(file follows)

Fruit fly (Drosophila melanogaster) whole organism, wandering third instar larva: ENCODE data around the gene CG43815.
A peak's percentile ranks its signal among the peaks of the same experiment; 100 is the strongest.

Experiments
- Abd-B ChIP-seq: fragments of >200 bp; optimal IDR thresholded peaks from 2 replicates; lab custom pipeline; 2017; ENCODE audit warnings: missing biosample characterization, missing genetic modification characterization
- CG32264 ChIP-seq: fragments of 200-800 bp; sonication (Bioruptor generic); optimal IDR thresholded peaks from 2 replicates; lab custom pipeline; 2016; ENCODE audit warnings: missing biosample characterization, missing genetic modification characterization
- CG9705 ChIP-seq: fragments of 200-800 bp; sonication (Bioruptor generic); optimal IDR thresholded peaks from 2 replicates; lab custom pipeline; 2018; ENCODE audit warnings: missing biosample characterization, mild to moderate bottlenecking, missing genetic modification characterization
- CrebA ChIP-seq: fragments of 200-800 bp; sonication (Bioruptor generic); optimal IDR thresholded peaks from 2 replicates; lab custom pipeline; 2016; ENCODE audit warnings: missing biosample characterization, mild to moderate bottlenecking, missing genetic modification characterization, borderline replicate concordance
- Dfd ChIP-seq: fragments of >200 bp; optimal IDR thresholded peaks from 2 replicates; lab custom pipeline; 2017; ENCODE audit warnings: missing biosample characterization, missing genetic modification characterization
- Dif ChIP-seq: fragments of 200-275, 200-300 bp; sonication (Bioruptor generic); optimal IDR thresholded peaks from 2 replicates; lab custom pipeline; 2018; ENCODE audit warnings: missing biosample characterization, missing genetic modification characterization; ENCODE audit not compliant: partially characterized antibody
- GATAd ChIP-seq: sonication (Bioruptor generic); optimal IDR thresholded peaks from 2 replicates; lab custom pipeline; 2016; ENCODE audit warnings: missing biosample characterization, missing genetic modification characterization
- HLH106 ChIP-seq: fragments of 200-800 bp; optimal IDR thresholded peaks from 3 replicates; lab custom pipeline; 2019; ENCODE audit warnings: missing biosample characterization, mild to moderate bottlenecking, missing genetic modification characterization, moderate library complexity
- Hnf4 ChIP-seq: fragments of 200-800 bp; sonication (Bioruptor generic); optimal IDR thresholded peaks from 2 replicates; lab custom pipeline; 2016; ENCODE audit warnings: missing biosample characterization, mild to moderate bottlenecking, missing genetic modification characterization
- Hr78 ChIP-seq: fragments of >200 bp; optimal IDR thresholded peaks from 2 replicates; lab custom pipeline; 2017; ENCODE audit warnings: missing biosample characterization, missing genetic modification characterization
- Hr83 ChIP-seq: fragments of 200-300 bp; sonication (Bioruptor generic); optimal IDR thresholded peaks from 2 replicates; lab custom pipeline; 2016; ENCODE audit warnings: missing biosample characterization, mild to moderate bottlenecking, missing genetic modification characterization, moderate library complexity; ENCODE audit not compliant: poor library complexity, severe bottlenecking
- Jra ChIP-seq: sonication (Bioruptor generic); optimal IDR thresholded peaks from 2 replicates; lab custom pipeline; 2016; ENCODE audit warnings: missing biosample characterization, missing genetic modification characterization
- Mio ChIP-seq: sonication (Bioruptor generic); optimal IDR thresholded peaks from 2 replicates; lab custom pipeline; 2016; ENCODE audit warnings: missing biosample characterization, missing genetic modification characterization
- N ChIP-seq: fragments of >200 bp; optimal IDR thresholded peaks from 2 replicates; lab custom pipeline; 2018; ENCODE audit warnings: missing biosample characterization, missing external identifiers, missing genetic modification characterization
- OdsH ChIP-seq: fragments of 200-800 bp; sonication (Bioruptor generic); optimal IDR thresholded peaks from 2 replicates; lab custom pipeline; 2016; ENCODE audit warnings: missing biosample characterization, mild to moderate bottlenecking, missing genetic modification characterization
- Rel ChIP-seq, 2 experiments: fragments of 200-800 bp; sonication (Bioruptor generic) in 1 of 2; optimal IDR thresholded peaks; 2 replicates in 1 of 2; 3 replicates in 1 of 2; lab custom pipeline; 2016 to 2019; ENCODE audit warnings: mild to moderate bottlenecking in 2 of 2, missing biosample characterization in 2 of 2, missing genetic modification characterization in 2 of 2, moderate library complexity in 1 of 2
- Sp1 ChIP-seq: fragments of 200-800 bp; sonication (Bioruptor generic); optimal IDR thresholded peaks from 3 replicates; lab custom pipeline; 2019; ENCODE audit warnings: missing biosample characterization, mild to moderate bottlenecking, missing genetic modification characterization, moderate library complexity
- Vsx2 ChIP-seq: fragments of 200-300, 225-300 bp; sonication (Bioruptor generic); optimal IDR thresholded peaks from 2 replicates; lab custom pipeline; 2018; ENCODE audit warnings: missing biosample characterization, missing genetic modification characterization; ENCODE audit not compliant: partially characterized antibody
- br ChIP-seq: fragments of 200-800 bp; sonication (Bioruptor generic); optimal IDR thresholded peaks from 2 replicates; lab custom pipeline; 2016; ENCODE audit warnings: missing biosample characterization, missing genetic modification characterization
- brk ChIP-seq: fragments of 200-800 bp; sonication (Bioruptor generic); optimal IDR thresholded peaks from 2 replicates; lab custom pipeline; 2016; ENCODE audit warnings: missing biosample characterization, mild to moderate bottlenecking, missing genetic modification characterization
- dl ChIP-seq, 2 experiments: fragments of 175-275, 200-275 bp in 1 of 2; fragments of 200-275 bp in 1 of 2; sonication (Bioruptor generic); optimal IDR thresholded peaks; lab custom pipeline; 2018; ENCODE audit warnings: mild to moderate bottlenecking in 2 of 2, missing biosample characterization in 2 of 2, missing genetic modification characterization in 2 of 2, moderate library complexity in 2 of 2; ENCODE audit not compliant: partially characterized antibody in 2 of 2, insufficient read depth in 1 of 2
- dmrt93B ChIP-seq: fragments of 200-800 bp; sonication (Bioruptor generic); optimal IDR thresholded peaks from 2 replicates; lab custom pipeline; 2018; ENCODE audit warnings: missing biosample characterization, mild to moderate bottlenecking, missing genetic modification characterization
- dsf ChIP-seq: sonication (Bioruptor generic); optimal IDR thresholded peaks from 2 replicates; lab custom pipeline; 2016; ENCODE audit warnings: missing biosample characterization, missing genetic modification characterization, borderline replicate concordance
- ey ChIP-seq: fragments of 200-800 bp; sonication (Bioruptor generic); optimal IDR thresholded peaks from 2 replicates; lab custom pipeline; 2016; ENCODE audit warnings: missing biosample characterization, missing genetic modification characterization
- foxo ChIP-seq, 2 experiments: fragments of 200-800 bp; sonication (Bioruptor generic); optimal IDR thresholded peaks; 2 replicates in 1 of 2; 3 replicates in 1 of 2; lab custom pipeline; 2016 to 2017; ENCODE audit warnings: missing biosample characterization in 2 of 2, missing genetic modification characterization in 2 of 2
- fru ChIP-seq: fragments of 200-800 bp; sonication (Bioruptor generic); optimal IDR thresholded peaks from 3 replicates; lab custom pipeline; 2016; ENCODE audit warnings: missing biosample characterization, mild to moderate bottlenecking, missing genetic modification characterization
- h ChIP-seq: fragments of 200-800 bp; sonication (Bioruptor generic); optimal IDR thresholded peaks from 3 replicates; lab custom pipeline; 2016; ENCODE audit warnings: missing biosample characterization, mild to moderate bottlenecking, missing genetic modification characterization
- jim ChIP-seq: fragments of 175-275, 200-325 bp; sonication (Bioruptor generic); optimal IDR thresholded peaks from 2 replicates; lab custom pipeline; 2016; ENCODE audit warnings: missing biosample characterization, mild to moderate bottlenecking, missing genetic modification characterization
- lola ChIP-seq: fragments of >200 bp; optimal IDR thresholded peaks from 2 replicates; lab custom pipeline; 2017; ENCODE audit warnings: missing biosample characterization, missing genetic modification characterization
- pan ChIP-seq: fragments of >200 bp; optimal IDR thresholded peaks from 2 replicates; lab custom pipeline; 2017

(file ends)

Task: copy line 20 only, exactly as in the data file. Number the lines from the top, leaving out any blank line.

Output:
- Sp1 ChIP-seq: fragments of 200-800 bp; sonication (Bioruptor generic); optimal IDR thresholded peaks from 3 replicates; lab custom pipeline; 2019; ENCODE audit warnings: missing biosample characterization, mild to moderate bottlenecking, missing genetic modification characterization, moderate library complexity